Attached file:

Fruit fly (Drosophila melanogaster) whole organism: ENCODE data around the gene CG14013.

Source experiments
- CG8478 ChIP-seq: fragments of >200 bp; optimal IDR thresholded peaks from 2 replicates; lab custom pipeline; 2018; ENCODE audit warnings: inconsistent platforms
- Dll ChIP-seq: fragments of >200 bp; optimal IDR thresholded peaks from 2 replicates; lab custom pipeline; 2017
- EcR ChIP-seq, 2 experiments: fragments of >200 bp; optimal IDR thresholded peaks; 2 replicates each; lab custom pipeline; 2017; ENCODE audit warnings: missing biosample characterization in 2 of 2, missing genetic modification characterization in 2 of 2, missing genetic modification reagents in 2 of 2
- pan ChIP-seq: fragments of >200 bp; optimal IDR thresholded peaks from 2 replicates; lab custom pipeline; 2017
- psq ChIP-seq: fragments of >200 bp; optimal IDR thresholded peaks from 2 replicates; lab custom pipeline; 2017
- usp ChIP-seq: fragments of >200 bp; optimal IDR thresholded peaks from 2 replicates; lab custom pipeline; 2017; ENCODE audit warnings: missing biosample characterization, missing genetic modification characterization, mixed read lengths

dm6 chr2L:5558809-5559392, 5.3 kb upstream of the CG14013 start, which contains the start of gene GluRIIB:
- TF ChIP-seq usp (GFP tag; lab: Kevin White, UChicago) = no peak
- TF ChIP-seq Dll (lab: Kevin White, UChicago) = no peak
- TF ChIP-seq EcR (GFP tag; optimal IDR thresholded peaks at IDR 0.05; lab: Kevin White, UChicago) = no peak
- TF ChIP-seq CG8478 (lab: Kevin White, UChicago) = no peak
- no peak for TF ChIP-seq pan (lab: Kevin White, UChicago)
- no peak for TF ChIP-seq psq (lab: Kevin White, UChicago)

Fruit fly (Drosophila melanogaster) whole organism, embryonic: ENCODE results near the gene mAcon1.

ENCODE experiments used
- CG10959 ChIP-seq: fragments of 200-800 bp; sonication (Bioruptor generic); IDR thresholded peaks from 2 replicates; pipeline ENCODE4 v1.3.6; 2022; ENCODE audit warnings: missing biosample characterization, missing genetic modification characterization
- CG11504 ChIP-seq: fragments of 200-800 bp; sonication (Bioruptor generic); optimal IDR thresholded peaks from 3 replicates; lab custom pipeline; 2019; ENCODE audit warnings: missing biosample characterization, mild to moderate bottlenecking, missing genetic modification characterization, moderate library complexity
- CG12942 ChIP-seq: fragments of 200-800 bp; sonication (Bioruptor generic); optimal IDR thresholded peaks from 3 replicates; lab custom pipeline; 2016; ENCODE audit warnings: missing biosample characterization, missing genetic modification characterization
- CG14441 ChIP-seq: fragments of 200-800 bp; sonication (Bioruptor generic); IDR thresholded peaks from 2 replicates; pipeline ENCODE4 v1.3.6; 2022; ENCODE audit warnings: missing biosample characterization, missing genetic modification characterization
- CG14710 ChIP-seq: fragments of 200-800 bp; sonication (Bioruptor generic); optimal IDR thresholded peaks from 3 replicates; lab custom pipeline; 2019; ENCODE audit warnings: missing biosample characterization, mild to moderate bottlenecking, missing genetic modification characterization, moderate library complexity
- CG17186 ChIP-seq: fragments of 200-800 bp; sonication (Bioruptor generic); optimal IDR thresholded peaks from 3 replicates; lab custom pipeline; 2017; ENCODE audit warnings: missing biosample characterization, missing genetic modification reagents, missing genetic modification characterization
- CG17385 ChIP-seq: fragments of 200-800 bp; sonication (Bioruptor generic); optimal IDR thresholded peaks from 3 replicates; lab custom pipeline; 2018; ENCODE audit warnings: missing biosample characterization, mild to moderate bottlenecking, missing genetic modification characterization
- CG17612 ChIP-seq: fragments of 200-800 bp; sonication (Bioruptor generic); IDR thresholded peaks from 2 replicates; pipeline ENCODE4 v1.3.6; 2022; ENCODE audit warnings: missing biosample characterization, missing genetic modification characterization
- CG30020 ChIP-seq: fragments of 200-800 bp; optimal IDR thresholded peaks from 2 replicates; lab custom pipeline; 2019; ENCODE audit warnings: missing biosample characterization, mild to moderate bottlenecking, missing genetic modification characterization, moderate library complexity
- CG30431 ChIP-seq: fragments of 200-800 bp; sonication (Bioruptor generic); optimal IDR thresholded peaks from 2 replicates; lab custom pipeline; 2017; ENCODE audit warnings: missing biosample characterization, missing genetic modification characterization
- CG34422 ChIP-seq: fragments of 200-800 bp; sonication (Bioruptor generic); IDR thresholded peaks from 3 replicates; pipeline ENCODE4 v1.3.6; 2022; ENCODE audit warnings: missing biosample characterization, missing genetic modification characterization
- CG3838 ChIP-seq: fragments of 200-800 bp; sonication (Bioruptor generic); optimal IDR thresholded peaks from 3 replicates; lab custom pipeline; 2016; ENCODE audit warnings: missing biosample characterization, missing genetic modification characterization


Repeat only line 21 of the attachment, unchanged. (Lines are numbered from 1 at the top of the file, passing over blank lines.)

- CG14441 ChIP-seq: fragments of 200-800 bp; sonication (Bioruptor generic); IDR thresholded peaks from 2 replicates; pipeline ENCODE4 v1.3.6; 2022; ENCODE audit warnings: missing biosample characterization, missing genetic modification characterization